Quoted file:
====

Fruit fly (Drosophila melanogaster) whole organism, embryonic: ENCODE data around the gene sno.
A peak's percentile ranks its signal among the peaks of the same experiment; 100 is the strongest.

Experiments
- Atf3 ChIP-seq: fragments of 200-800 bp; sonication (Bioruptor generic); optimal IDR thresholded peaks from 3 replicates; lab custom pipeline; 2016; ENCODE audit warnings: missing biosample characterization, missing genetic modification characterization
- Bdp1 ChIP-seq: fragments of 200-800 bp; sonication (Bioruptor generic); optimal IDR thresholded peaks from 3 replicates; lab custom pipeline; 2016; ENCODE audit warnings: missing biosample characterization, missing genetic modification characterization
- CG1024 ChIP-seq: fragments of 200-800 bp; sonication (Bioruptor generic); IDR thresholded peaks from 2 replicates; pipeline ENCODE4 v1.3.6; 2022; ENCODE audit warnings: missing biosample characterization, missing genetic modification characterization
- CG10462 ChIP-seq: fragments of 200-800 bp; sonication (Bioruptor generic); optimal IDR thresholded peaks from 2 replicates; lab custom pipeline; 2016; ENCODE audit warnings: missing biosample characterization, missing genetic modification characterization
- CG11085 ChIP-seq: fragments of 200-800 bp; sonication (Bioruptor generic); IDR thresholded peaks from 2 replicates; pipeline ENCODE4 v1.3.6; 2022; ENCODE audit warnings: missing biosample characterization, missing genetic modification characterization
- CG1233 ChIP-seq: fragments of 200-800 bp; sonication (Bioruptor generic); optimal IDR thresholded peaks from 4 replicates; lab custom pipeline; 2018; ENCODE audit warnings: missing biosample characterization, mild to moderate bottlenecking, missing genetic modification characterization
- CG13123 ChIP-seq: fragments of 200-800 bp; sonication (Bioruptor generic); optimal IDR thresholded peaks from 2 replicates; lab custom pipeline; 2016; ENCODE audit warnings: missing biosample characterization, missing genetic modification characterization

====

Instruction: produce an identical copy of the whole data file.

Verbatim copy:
Fruit fly (Drosophila melanogaster) whole organism, embryonic: ENCODE data around the gene sno.
A peak's percentile ranks its signal among the peaks of the same experiment; 100 is the strongest.

Experiments
- Atf3 ChIP-seq: fragments of 200-800 bp; sonication (Bioruptor generic); optimal IDR thresholded peaks from 3 replicates; lab custom pipeline; 2016; ENCODE audit warnings: missing biosample characterization, missing genetic modification characterization
- Bdp1 ChIP-seq: fragments of 200-800 bp; sonication (Bioruptor generic); optimal IDR thresholded peaks from 3 replicates; lab custom pipeline; 2016; ENCODE audit warnings: missing biosample characterization, missing genetic modification characterization
- CG1024 ChIP-seq: fragments of 200-800 bp; sonication (Bioruptor generic); IDR thresholded peaks from 2 replicates; pipeline ENCODE4 v1.3.6; 2022; ENCODE audit warnings: missing biosample characterization, missing genetic modification characterization
- CG10462 ChIP-seq: fragments of 200-800 bp; sonication (Bioruptor generic); optimal IDR thresholded peaks from 2 replicates; lab custom pipeline; 2016; ENCODE audit warnings: missing biosample characterization, missing genetic modification characterization
- CG11085 ChIP-seq: fragments of 200-800 bp; sonication (Bioruptor generic); IDR thresholded peaks from 2 replicates; pipeline ENCODE4 v1.3.6; 2022; ENCODE audit warnings: missing biosample characterization, missing genetic modification characterization
- CG1233 ChIP-seq: fragments of 200-800 bp; sonication (Bioruptor generic); optimal IDR thresholded peaks from 4 replicates; lab custom pipeline; 2018; ENCODE audit warnings: missing biosample characterization, mild to moderate bottlenecking, missing genetic modification characterization
- CG13123 ChIP-seq: fragments of 200-800 bp; sonication (Bioruptor generic); optimal IDR thresholded peaks from 2 replicates; lab custom pipeline; 2016; ENCODE audit warnings: missing biosample characterization, missing genetic modification characterization